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Title: Economic Perspectives on Childhood Obesity
Resulting in 1 citation.
1. Anderson, Patricia M.
Butcher, Kristin F.
Levine, Phillip B.
Economic Perspectives on Childhood Obesity
Economic Perspectives 27,3 (Fall 2003):30-49.
Cohort(s): Children of the NLSY79, NLSY79
Publisher: Federal Reserve Bank of Chicago
Keyword(s): Body Mass Index (BMI); Child Health; Health/Health Status/SF-12 Scale; Height, Height-Weight Ratios; Maternal Employment; Motherhood; Obesity; Weight

Permission to reprint the abstract has not been received from the publisher.

Discusses the reason of the interest on obesity in an economic perspective in the U.S. Changes in rates of obesity in the U.S.; Examination in the children's lives; Relationship of maternal employment on the obesity of children. "...We use NLSY data to examine whether mothers who work more hours...are more likely to have obese children."

First, we discuss why trends in obesity, and childhood obesity in particular, are of interest from an economic perspective....Next, we document changes in obesity over time in the United States for adults and children....Third, we discuss changes in children's lives over the last three decades that may be causally related to weight gain. In particular, we examine the increase in mothers working outside the home. It may be that mothers who work outside the home may not have time to prepare nutritious low-calorie meals and supervise their children's outdoor, calorie-expending play. We use National Longitudinal Survey of Youth (NLSY) data to examine whether mothers who work more hours per week, on average, or more weeks over their children's lives are more likely to have obese children. The data contain information on many socioeconomic characteristics of families and multiple observations over time on all of a mother's children. This allows us to control for many observable and unobservable differences between mothers who work and mothers who do not that might be correlated with children's weight. For example, we can examine whether siblings' obesity status differs depending on whether their mother worked more during one sibling's life than the other's. This holds constant all of the (fixed) family characteristics that might be correlated both with children's weight and mothers' labor supply.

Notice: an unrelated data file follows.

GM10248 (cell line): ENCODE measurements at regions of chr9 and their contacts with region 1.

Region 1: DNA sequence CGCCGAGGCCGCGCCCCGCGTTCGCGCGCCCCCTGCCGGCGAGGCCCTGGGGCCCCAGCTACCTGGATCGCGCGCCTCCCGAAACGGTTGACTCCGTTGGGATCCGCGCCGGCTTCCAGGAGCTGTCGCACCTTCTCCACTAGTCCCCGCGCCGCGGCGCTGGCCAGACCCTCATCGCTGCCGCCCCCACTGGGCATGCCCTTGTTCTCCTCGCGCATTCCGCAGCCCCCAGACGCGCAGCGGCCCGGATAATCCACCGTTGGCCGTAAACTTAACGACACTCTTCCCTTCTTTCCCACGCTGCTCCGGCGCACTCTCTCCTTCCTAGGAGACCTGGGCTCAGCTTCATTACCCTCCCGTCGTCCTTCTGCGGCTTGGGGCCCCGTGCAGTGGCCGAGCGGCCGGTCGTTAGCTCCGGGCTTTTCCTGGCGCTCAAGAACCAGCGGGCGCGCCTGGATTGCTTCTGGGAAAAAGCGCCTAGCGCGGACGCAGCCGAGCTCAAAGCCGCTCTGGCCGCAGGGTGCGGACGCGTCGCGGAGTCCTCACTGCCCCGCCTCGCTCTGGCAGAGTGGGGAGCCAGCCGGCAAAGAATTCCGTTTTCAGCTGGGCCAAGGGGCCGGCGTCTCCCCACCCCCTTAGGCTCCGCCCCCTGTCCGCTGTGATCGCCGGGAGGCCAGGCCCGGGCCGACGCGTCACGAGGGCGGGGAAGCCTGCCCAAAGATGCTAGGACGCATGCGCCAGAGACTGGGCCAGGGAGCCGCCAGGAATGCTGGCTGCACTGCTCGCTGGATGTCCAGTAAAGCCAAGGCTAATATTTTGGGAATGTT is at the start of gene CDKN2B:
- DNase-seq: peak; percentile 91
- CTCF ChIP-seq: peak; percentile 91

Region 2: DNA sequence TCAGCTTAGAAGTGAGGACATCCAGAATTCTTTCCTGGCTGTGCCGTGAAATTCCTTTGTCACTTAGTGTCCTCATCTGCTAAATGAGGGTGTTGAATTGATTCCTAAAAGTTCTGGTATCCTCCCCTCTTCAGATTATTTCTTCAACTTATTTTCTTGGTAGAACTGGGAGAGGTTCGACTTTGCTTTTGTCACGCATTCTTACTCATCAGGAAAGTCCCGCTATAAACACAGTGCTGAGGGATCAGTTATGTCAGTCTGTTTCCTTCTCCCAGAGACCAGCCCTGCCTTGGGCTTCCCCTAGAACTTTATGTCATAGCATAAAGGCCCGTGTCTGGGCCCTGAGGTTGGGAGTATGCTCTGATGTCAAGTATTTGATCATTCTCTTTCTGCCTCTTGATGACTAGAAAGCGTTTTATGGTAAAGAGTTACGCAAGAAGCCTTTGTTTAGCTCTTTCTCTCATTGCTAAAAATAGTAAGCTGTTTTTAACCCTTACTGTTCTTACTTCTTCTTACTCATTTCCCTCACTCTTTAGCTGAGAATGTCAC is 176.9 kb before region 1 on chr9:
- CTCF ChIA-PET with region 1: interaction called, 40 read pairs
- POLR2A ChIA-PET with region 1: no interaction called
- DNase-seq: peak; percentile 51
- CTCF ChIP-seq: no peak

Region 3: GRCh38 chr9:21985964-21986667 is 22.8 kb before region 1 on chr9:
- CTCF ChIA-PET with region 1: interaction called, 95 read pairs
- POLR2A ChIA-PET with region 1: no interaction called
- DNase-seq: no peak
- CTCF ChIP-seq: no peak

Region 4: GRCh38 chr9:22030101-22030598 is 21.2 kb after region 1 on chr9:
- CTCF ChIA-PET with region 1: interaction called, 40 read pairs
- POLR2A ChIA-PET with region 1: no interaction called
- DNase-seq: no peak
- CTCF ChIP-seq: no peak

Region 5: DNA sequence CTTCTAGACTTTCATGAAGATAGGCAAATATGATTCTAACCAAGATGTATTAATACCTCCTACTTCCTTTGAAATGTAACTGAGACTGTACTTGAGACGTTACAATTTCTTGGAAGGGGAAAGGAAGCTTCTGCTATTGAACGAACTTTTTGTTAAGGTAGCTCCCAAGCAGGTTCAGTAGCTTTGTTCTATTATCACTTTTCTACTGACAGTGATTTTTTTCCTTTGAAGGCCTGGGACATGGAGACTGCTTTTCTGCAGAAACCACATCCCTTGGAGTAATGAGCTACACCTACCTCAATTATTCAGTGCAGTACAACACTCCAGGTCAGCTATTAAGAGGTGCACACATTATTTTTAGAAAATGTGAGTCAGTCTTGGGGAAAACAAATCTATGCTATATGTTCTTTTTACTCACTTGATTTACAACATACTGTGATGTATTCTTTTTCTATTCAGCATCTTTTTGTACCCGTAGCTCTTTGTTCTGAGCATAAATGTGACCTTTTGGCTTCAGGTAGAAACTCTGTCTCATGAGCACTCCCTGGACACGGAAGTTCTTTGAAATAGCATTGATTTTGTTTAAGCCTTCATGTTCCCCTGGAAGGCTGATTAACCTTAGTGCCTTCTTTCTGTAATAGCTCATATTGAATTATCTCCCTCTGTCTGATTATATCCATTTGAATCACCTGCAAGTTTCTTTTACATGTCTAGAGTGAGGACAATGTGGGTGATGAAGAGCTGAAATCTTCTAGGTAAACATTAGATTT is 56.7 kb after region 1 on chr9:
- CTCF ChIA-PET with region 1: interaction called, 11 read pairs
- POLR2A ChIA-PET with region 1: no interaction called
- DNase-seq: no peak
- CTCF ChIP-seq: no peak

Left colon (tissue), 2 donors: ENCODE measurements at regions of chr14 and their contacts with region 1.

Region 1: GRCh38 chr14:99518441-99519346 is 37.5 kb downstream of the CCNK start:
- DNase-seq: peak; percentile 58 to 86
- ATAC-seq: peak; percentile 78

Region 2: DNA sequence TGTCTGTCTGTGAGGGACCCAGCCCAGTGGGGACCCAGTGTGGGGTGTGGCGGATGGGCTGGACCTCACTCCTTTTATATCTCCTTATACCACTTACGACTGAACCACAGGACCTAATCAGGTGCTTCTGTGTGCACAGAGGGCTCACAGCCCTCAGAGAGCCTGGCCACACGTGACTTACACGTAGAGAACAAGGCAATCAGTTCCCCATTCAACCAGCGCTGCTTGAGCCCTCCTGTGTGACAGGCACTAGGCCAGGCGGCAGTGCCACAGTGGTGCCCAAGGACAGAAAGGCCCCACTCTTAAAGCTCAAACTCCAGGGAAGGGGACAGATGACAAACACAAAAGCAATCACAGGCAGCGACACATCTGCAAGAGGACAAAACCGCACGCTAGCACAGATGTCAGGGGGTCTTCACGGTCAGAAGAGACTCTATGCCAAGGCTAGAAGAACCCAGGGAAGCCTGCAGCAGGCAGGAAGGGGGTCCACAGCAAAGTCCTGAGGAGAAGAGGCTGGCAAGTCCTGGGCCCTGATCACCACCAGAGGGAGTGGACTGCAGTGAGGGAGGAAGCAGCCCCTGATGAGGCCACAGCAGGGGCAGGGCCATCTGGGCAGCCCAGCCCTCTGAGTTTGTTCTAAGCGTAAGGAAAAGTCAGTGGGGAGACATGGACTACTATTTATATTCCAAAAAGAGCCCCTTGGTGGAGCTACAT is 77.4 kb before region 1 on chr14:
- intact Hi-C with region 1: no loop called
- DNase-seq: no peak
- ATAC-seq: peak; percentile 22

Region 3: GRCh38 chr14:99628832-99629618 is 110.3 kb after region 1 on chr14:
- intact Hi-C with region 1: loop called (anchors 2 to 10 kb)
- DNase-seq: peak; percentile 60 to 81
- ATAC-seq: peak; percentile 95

Bibliography Citation
Anderson, Patricia M., Kristin F. Butcher and Phillip B. Levine. "Economic Perspectives on Childhood Obesity." Economic Perspectives 27,3 (Fall 2003):30-49.